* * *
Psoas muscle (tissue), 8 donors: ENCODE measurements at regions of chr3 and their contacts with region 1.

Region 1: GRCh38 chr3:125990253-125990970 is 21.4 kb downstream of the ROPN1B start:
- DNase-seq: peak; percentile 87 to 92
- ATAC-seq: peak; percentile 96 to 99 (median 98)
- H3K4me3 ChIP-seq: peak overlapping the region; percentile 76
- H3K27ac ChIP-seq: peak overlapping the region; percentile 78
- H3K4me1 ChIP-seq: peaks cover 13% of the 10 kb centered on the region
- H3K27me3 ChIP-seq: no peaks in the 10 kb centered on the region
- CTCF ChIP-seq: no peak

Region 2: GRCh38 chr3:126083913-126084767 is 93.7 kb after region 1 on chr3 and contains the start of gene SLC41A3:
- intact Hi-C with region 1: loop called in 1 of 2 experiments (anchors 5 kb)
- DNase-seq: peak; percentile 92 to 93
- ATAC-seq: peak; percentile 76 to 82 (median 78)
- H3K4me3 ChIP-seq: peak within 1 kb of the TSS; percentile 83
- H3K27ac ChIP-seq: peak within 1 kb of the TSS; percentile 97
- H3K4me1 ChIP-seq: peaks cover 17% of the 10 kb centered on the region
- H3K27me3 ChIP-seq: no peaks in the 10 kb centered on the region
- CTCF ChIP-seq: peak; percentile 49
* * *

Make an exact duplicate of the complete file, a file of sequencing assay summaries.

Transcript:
Psoas muscle (tissue), 8 donors: ENCODE measurements at regions of chr3 and their contacts with region 1.

Region 1: GRCh38 chr3:125990253-125990970 is 21.4 kb downstream of the ROPN1B start:
- DNase-seq: peak; percentile 87 to 92
- ATAC-seq: peak; percentile 96 to 99 (median 98)
- H3K4me3 ChIP-seq: peak overlapping the region; percentile 76
- H3K27ac ChIP-seq: peak overlapping the region; percentile 78
- H3K4me1 ChIP-seq: peaks cover 13% of the 10 kb centered on the region
- H3K27me3 ChIP-seq: no peaks in the 10 kb centered on the region
- CTCF ChIP-seq: no peak

Region 2: GRCh38 chr3:126083913-126084767 is 93.7 kb after region 1 on chr3 and contains the start of gene SLC41A3:
- intact Hi-C with region 1: loop called in 1 of 2 experiments (anchors 5 kb)
- DNase-seq: peak; percentile 92 to 93
- ATAC-seq: peak; percentile 76 to 82 (median 78)
- H3K4me3 ChIP-seq: peak within 1 kb of the TSS; percentile 83
- H3K27ac ChIP-seq: peak within 1 kb of the TSS; percentile 97
- H3K4me1 ChIP-seq: peaks cover 17% of the 10 kb centered on the region
- H3K27me3 ChIP-seq: no peaks in the 10 kb centered on the region
- CTCF ChIP-seq: peak; percentile 49